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Shows That Recycle Sets From Other Shows


 

This is not new, but I was waiting until I could get an appropriate picture to go with it: you may or may not have read the speculation that the most successful comedy on TV, Two and a Half Men (successful in terms of ratings and money, I mean), uses a set that’s very similar to the set from the later seasons of Laverne and Shirley. The decorations and props are different, but the set on the current show is structurally exactly the same as the set Laverne and Shirley lived in after they moved to Los Angeles: the door and small staircase at the left, the large glass doors at the back, the kitchen at the right. Here’s a picture of (most of) the later L&S set:

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And here’s a composite of two pictures of part of the Men set (I wanted to find a long shot, but there don’t seem to be many long shots of the whole set).

two-half-men1111tv_two_and_a_half_men021

Now, it appears that the production staff of Two and a Half Men officially denies that their set is based on the older set, saying that the resemblance is simply because “the two sets share a Spanish Colonial style.” I don’t really buy it; it’s true that the Spanish Colonial approach will lead to similar designs, but it seems doubtful that two sets would wind up with the same basic layout unless one was at least partly inspired by the other. Though I suppose that it could simply be that the rigid nature of four-camera sitcom layout — everything has to be side-by-side, facing the audience — makes it possible that two shows could come up with the same layout on their own. And one possible argument that the sets aren’t the same is that they are produced by different companies and shot on different stages. Traditionally, recycling of sets and costumes is done within a studio; when The Odd Couple was canceled, Paramount redecorated the set and made it into the apartment for a new show called… Laverne and Shirley. Circle of TV life.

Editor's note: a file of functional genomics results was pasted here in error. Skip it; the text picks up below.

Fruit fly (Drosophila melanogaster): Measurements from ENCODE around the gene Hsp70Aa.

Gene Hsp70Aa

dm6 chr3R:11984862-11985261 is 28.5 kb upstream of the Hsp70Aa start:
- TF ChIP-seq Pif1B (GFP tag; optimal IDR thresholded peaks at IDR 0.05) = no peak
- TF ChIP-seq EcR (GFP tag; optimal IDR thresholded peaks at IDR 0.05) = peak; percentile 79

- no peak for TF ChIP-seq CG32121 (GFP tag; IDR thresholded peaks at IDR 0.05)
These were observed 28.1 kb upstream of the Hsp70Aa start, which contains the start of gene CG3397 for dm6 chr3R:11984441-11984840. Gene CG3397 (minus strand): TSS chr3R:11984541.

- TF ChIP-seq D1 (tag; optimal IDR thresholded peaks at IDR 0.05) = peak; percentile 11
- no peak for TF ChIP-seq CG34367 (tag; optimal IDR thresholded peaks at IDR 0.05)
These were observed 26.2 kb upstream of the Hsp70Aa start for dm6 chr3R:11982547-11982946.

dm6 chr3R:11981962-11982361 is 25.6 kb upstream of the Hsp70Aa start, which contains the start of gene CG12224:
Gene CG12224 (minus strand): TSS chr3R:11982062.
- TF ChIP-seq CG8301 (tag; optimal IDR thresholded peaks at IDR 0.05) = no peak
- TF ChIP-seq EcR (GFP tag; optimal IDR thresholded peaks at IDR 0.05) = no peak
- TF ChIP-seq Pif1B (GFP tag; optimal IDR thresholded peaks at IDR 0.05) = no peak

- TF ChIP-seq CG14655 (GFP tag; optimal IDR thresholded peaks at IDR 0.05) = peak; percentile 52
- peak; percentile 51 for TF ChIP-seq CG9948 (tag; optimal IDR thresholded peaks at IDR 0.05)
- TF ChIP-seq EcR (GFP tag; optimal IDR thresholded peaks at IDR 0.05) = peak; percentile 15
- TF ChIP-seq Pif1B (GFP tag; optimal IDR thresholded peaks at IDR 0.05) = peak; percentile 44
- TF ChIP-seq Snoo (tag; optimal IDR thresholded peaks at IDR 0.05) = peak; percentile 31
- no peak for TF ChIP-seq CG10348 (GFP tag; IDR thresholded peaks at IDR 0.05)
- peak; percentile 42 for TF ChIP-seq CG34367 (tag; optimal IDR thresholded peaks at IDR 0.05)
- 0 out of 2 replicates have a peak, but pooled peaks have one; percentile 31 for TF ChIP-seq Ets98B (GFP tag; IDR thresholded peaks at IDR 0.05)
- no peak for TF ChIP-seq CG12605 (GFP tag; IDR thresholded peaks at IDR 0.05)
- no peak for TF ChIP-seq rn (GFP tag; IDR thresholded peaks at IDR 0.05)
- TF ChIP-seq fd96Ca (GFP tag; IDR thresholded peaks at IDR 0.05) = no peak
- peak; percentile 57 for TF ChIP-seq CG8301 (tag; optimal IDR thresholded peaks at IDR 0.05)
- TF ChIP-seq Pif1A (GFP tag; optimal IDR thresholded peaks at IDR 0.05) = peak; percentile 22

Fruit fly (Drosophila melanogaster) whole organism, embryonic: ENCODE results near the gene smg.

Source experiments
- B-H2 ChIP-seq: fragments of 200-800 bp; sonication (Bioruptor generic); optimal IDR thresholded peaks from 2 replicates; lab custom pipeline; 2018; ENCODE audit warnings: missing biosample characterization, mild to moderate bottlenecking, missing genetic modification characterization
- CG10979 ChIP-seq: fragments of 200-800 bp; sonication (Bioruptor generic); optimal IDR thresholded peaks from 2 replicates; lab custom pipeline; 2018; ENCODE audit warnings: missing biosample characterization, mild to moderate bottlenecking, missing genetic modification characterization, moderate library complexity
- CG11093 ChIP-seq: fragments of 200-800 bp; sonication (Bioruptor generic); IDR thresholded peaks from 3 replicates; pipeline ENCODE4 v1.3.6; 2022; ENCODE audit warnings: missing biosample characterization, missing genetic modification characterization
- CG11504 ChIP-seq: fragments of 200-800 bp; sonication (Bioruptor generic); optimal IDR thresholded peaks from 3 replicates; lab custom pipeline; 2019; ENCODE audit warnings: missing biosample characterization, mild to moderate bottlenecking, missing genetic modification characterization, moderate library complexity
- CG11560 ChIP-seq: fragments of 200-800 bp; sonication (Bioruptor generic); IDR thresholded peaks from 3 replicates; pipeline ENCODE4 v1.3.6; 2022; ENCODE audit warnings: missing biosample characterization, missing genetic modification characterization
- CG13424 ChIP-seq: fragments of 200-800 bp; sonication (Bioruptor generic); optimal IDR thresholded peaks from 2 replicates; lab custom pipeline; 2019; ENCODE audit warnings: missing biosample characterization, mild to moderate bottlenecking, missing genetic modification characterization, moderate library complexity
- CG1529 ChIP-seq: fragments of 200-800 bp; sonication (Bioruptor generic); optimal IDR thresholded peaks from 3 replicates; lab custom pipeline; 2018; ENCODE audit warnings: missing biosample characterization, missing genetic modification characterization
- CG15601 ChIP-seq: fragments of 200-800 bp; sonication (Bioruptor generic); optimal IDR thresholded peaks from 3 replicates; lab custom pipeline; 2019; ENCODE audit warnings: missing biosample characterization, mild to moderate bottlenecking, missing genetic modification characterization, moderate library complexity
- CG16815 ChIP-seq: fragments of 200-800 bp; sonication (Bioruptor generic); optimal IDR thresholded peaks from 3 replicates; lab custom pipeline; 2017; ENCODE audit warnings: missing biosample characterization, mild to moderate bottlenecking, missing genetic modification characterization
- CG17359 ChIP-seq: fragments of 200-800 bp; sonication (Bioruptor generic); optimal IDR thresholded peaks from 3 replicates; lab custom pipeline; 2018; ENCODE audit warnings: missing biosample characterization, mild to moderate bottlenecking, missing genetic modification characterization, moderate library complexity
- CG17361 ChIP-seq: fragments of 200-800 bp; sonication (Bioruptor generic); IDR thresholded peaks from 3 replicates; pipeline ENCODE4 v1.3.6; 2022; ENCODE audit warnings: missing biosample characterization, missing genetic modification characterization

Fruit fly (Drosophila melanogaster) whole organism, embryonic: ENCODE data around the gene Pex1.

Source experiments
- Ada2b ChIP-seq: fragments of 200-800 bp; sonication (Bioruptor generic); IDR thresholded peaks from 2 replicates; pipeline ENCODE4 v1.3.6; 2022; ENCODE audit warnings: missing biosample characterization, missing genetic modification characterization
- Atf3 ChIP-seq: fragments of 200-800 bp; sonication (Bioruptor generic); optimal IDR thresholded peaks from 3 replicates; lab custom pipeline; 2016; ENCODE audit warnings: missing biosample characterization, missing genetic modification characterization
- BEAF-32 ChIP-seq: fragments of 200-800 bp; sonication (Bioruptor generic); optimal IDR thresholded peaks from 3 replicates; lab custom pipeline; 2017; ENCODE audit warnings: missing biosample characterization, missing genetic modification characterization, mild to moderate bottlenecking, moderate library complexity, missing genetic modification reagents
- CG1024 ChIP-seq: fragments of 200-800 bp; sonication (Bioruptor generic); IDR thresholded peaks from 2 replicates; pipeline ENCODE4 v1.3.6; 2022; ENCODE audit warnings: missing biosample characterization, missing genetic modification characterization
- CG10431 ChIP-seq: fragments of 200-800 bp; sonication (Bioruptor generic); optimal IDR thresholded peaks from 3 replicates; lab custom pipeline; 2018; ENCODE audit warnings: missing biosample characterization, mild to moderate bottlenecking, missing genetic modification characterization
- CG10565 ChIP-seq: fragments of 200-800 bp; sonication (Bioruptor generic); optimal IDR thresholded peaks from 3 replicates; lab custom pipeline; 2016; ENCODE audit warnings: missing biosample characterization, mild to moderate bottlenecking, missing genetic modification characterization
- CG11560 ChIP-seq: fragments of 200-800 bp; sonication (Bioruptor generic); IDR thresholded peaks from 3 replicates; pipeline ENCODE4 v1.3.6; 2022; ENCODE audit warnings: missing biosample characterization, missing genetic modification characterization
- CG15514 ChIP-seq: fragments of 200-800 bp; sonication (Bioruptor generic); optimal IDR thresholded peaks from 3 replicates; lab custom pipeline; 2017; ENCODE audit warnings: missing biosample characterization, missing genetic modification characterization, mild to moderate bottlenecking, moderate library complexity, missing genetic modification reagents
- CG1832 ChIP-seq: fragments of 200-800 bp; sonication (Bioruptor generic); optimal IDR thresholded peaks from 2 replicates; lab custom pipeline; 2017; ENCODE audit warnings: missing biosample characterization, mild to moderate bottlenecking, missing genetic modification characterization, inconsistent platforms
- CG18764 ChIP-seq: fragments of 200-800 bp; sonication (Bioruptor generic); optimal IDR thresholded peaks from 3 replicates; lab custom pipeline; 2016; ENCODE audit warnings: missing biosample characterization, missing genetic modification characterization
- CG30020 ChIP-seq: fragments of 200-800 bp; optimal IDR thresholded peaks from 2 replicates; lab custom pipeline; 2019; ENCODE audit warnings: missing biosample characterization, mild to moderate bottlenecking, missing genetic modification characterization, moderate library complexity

(It may be that one factor in Men‘s success is simply that — whatever the origin — it has a good, solid, old-fashioned sitcom set, with everything laid out properly and plenty of room for the actors to move around, run up and down the stairs, make wacky entrances from different places, etc. Men is not a show I can love, but I respect the fact that it knew enough to incorporate certain basics, like a set that values space and comic potential over realism, and isn’t over-decorated.)

Of course one of the reasons we wind up looking for these similarities between shows from different eras and different studios is that the amount of out-and-out recycling is less than it used to be. Or at least less obvious. TV is an outgrowth of the B-movie, where sets and costumes were constantly reused (and even A movies used to recycle sets and costumes from any movie that was no longer in release), and so any studio would use the same living rooms, lobbies, high school halls, etc. from one show to the next. Or even within a show; TGIF viewers still have fond memories of the time Boy Meets World dumped an apartment set that had been built for the hip young teacher… and the kids moved into a brand-new apartment that was structurally exactly the same as last year’s apartment, but with different furniture. I think that now they usually try to make sure a new set will have a different structure/layout from the one that stood there before. It can still be spotted by alert eyes, though; I found this post noting that Fox recycled the Wolfram & Hart set from Angel when creating the corporate office for its short-lived show The Loop.